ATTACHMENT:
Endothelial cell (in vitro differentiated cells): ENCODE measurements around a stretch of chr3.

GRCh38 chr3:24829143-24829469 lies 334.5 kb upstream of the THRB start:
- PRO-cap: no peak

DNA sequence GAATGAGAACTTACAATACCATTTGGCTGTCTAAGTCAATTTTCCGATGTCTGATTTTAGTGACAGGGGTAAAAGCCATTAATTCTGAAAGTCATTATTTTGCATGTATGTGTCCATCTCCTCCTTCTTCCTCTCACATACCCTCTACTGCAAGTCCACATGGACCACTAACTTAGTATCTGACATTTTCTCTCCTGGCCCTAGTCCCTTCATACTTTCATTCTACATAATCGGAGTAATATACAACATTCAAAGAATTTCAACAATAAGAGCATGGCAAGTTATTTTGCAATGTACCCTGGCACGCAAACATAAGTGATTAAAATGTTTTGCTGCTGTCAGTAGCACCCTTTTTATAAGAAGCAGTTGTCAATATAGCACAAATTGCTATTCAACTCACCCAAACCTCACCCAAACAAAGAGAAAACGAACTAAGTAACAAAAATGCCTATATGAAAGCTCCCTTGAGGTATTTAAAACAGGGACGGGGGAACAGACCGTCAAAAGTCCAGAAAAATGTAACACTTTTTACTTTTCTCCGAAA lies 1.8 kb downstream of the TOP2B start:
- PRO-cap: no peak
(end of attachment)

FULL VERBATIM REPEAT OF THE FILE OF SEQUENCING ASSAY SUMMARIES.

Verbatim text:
Endothelial cell (in vitro differentiated cells): ENCODE measurements around a stretch of chr3.

GRCh38 chr3:24829143-24829469 lies 334.5 kb upstream of the THRB start:
- PRO-cap: no peak

DNA sequence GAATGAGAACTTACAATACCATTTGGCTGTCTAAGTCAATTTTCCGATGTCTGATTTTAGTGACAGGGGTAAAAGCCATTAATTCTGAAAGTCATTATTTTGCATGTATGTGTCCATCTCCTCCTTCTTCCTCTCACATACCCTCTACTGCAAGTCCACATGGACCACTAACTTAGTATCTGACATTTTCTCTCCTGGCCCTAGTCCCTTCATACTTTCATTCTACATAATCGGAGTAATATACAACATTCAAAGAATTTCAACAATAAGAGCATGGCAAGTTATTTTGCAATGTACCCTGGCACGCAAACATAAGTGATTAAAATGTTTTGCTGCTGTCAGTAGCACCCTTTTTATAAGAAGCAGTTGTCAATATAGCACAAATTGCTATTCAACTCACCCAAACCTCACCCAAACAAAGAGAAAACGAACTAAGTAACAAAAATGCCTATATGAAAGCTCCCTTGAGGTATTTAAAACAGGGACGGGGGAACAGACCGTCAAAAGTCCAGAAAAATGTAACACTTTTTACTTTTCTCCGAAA lies 1.8 kb downstream of the TOP2B start:
- PRO-cap: no peak